PAKISTAN: A BOGUS THREAT AND THE BIGGER PICTURE
By Scott Stewart and Kamran Bokhari
On March 5, the Saudi Embassy in Islamabad reportedly received threatening e-mails warning of attacks on Saudi interests in Pakistan. According to English-language Pakistani newspaper The Nation, the e-mails purportedly were sent by al Qaeda and threatened attacks on targets such as the Saudi Embassy and Saudi airline facilities in Pakistan.
By George Friedman
Candidate Obama said much about what he would do as president; now we will see what President Obama actually does. The most important issue Obama will face will be the economy, something he did not anticipate through most of his campaign. The first hundred days of his presidency thus will revolve around getting a stimulus package passed. But Obama also is now in the great game of global competition - and in that game, presidents rarely get to set the agenda.
By Cindy May
Following the September 11th attacks, the United States and the coalition forces have fostered an alliance with Pakistan that has included over 11 billion dollars (USD) in defence aid. Given that may Al Qaeda and Taliban members have relocated to the Federally Administered Tribal Areas and the North Western Frontier Province, Pakistan's cooperation is critical to coalition efforts in Afghanistan. However, Pakistan has a long history of connections with the Taliban and other extremist groups in the region. Pakistan, along with the United States, provided logistical, training, and financial support to the mujahedeen in its fight against the Soviet Union. Following the withdrawal of Soviet troops, many of these mujahedeen fighters merged into what became the Taliban, and Pakistan continued its close relationship with the group.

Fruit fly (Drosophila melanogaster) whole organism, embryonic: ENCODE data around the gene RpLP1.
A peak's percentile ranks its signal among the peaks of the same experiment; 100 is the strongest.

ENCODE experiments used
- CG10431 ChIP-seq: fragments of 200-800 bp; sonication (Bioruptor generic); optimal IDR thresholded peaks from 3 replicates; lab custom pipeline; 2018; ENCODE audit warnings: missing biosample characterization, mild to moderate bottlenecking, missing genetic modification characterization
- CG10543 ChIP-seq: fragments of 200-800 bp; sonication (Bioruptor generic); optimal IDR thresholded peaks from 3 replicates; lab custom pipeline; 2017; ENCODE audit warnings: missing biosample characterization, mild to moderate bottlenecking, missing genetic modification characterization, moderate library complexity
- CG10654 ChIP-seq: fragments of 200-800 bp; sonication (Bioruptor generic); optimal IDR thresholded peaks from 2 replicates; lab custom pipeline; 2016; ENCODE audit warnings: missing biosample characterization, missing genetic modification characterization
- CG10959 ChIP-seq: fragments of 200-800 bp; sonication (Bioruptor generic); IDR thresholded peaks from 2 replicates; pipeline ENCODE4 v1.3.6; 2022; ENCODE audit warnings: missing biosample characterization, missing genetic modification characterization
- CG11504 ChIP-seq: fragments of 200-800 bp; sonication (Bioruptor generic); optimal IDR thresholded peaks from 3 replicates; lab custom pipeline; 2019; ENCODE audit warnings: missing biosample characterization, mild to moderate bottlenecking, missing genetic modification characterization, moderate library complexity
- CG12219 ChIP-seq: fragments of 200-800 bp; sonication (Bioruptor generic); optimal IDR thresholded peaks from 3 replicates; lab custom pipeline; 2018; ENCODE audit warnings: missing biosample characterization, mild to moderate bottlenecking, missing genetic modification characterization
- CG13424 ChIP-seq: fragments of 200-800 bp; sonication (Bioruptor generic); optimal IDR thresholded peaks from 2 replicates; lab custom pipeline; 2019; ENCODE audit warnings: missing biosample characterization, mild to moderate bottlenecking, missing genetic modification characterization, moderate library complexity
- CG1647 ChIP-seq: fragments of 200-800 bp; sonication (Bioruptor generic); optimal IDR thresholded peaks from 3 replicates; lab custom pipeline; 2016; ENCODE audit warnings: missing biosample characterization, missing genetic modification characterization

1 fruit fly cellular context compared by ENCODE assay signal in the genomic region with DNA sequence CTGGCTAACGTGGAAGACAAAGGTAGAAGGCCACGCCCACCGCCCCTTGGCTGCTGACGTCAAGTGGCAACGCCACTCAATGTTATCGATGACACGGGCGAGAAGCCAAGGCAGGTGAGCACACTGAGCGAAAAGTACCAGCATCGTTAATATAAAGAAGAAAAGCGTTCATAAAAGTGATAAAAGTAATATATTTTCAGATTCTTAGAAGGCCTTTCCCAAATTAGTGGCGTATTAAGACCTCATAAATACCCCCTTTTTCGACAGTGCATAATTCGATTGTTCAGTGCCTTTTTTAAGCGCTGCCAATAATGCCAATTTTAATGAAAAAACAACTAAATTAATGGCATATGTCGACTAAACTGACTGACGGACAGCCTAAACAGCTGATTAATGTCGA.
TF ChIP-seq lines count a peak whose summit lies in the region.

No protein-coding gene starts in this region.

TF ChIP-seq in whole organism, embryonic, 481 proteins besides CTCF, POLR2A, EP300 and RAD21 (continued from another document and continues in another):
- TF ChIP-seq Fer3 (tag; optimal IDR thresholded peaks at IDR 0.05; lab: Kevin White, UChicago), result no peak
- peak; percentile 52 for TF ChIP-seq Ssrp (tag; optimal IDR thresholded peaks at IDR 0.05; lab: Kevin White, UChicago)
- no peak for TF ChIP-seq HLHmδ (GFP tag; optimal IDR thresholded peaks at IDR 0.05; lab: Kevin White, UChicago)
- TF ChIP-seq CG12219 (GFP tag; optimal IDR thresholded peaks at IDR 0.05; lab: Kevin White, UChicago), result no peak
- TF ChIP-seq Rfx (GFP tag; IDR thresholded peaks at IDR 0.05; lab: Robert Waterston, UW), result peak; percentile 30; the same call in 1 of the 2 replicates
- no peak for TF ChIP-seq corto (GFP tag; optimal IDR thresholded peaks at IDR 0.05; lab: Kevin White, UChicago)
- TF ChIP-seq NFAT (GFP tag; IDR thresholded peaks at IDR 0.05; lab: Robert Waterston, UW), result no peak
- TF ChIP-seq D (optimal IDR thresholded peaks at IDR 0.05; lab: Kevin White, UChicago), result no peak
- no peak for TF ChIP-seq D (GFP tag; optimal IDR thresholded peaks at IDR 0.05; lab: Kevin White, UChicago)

Pakistan has pledged its support for the War on Terrorism and publicly denounced terrorism. Nevertheless numerous reports from Western intelligence agencies and from Taliban leaders indicate that Pakistan, especially its Inter-Services Intelligence Agency (ISI), has not given up its ties to these groups and is in fact still closely working with the Afghani Taliban and other insurgents in the region. This poses many problems and security risks for coalition countries and the International Security Assistance Force (ISAF). Consequently, Pakistan and its surreptitious activities have become a security threat that coalition countries can no longer afford to ignore.
By George Friedman
Bob Woodward has released another book, this one on the debate over Afghanistan strategy in the Obama administration. As all his books do, the book has riveted Washington. It reveals that intense debate occurred over what course to take, that the president sought alternative strategies and that compromises were reached. But while knowing the details of these things is interesting, what would have been shocking is if they hadn't taken place.
It is interesting to reflect on the institutional inevitability of these disagreements. The military is involved in a war. It is institutionally and emotionally committed to victory in the theater of combat. It will demand all available resources for executing the war under way. For a soldier who has bled in that war, questioning the importance of the war is obscene. A war must be fought relentlessly and with all available means.